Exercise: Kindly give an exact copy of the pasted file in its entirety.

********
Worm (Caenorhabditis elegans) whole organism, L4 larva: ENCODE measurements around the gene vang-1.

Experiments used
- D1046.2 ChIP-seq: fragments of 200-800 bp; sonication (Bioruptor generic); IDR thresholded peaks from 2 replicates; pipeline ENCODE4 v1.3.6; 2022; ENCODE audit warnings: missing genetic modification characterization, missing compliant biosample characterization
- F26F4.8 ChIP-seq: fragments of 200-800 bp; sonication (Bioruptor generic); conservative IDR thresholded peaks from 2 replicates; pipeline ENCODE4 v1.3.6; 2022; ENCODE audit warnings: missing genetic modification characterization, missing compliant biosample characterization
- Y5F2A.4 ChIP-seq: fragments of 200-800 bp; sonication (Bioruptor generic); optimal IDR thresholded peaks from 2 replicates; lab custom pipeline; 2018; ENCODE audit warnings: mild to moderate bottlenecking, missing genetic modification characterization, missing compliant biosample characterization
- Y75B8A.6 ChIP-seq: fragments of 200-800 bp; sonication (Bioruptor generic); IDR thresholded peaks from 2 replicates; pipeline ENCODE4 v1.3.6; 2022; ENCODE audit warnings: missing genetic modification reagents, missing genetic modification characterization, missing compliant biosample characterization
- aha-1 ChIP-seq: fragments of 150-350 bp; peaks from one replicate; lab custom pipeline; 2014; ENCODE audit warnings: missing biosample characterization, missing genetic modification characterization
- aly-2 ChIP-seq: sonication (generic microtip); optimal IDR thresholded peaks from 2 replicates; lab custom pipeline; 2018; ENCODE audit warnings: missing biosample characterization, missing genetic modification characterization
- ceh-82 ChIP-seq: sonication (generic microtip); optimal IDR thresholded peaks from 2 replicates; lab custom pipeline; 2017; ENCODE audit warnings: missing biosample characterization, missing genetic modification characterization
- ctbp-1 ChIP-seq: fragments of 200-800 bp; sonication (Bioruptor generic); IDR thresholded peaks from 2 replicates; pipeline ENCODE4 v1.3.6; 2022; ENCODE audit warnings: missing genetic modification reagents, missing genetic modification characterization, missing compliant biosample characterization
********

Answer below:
Worm (Caenorhabditis elegans) whole organism, L4 larva: ENCODE measurements around the gene vang-1.

Experiments used
- D1046.2 ChIP-seq: fragments of 200-800 bp; sonication (Bioruptor generic); IDR thresholded peaks from 2 replicates; pipeline ENCODE4 v1.3.6; 2022; ENCODE audit warnings: missing genetic modification characterization, missing compliant biosample characterization
- F26F4.8 ChIP-seq: fragments of 200-800 bp; sonication (Bioruptor generic); conservative IDR thresholded peaks from 2 replicates; pipeline ENCODE4 v1.3.6; 2022; ENCODE audit warnings: missing genetic modification characterization, missing compliant biosample characterization
- Y5F2A.4 ChIP-seq: fragments of 200-800 bp; sonication (Bioruptor generic); optimal IDR thresholded peaks from 2 replicates; lab custom pipeline; 2018; ENCODE audit warnings: mild to moderate bottlenecking, missing genetic modification characterization, missing compliant biosample characterization
- Y75B8A.6 ChIP-seq: fragments of 200-800 bp; sonication (Bioruptor generic); IDR thresholded peaks from 2 replicates; pipeline ENCODE4 v1.3.6; 2022; ENCODE audit warnings: missing genetic modification reagents, missing genetic modification characterization, missing compliant biosample characterization
- aha-1 ChIP-seq: fragments of 150-350 bp; peaks from one replicate; lab custom pipeline; 2014; ENCODE audit warnings: missing biosample characterization, missing genetic modification characterization
- aly-2 ChIP-seq: sonication (generic microtip); optimal IDR thresholded peaks from 2 replicates; lab custom pipeline; 2018; ENCODE audit warnings: missing biosample characterization, missing genetic modification characterization
- ceh-82 ChIP-seq: sonication (generic microtip); optimal IDR thresholded peaks from 2 replicates; lab custom pipeline; 2017; ENCODE audit warnings: missing biosample characterization, missing genetic modification characterization
- ctbp-1 ChIP-seq: fragments of 200-800 bp; sonication (Bioruptor generic); IDR thresholded peaks from 2 replicates; pipeline ENCODE4 v1.3.6; 2022; ENCODE audit warnings: missing genetic modification reagents, missing genetic modification characterization, missing compliant biosample characterization